Poco a poco; an elementary direct method for learning Spanish (1922) PDF by Guillermo Hall Aviles

Poco a poco; an elementary direct method for learning Spanish

Poco a poco; an elementary direct method for learning Spanish


t is not necessary to go into a detailed statement here of the general reasons which make desirable the use of the direct method in teaching beginners a foreign language. It will be sufficient to state some of the ideas the author has had in mind in preparing this book.

 Speech in any language is the spontaneous result of a desire to express thought. Spontaneous expression of thought presupposes several factors. Chief among these is the existence in the mind of the speaker of the symbols of thought. These symbols are words and the groups of words that we call sentences. To employ these symbols spontaneously and correctly their use must be a habit. Now habit is the result of doing the same thing many times. 

In other words, correct speech is the result of not so much knowledge as of habit. If anyone doubts the truth of this assertion, let him go to hear some public speaker and listen carefully for slips in grammar and in pronunciation. He is likely to find them aplenty. 

Why? Because the speaker does not know better? No, not that; but simply because under the stress of enthusiasm or of emotion, the man lapses unconsciously into the language heard in his early youth — that is, of the period before he studied grammar and rhetoric. It follows, then, since correct speech is a habit, and habits are built up by repetition, that the young student needs much practice. In this book the required practice is provided by the Prdctica en el Uso de Las Formas and by very abundant Ejercicios, Cuestionarios and Composi- ciones.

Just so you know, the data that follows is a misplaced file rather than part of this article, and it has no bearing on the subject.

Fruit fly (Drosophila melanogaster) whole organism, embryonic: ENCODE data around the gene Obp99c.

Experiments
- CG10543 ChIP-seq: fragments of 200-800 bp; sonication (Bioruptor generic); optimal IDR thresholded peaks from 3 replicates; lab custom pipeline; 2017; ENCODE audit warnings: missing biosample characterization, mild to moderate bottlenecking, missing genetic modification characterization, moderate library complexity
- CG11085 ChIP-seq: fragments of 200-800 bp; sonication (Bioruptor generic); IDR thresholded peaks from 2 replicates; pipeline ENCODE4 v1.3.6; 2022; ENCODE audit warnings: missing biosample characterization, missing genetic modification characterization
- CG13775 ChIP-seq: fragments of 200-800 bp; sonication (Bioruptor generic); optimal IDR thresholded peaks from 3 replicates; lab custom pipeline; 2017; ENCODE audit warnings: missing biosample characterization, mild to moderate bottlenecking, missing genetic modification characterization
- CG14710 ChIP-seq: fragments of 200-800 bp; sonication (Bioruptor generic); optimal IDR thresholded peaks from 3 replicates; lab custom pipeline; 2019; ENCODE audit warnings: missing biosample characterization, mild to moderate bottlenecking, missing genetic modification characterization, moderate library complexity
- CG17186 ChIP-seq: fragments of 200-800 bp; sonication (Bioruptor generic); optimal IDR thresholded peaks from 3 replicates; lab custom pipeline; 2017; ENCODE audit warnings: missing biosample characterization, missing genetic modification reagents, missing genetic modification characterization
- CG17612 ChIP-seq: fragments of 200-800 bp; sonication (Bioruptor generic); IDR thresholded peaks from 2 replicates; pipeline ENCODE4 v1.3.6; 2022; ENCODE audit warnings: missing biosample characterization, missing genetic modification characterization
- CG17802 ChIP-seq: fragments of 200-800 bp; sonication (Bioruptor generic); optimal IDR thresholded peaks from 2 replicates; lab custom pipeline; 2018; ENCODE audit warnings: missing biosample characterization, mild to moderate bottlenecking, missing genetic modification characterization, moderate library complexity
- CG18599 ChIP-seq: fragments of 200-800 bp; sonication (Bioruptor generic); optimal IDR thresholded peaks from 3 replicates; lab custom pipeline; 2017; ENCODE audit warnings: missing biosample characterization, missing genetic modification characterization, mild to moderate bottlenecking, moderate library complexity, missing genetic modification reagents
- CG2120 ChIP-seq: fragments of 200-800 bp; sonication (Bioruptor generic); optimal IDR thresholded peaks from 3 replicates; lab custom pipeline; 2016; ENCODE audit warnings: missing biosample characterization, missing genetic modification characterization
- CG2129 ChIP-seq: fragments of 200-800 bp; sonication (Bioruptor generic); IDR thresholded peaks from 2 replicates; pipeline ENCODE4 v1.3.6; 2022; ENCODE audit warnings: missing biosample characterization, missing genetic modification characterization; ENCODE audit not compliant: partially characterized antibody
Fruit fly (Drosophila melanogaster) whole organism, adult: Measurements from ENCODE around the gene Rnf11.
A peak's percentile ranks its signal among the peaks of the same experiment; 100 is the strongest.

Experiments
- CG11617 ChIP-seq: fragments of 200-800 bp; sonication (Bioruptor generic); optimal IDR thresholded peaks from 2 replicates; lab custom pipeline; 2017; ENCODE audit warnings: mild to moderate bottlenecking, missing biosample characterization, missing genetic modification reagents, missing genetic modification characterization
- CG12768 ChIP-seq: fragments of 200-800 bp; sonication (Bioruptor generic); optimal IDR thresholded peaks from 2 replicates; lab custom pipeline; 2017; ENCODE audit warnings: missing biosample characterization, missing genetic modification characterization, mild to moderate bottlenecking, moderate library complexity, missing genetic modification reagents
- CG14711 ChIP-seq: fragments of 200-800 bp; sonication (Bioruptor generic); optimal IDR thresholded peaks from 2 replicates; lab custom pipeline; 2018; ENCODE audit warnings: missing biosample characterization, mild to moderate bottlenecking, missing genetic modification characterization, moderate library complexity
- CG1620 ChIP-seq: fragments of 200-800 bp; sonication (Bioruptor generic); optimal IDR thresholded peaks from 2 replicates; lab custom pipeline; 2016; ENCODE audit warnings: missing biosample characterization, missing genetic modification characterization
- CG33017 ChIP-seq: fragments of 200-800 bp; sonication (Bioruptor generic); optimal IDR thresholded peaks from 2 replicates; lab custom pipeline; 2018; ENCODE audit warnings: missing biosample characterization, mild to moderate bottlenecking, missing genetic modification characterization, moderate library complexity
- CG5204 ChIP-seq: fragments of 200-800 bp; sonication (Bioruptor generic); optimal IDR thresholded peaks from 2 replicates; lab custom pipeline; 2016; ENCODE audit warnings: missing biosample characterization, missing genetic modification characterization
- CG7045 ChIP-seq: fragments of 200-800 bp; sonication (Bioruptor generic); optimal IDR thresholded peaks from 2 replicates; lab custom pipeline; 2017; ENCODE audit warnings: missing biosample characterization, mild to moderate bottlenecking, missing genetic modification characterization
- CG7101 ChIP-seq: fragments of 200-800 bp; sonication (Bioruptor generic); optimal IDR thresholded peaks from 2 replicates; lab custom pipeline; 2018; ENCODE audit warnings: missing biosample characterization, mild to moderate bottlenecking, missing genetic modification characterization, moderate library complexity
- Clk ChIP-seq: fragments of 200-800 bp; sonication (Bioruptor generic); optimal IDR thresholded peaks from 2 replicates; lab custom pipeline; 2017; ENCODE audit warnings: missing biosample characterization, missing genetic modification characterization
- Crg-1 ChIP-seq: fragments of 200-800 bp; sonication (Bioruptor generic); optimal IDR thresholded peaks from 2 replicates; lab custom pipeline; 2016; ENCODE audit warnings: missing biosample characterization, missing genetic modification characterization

Yet another thing is important. If the student is to speak the language, he must previously hear it. The human ear does not recognize the sounds it has never heard. Children who are born deaf rarely learn to speak. The congenitally blind deaf-mutes are not mute because they cannot see, but because they cannot hear. The mute graduates of our classes in modern languages, let us add, are mute in spite of having seen much of the language, simply because they have not heard it. It must be remembered also that first impressions are strongest and most lasting, and their first impressions have been through the eye. For these reasons, and for others that cannot be discussed in limited space, the author believes that the lessons of this book should be presented orally before the student sees the words in print. Let the ear learn to recognize the sound of the basic words of the language. 


The eye will help the ear afterwards. If we reverse the process, the eye simply builds up its own separate memory groups and is a hindrance rather than a help. Specific suggestions as to method, word lists, hints for presentation, etc., will be found in the Teacher's Manual, which may be obtained from the publishers. In Parte, Segunda will be found much valuable reference material, — models for correspondence, rules, explanations of vocabulary, irregular forms, conjugations, forms of adjectives, pronouns, etc., — and at the end, a complete index arranged first by heading of subject-matter, and second by words whose grammatical peculiarities are treated. In conclusion, the author wishes to thank his friends and fellow teachers who have contributed by helpful suggestions to make what he hopes will be found a practical and interesting method of learning the first two

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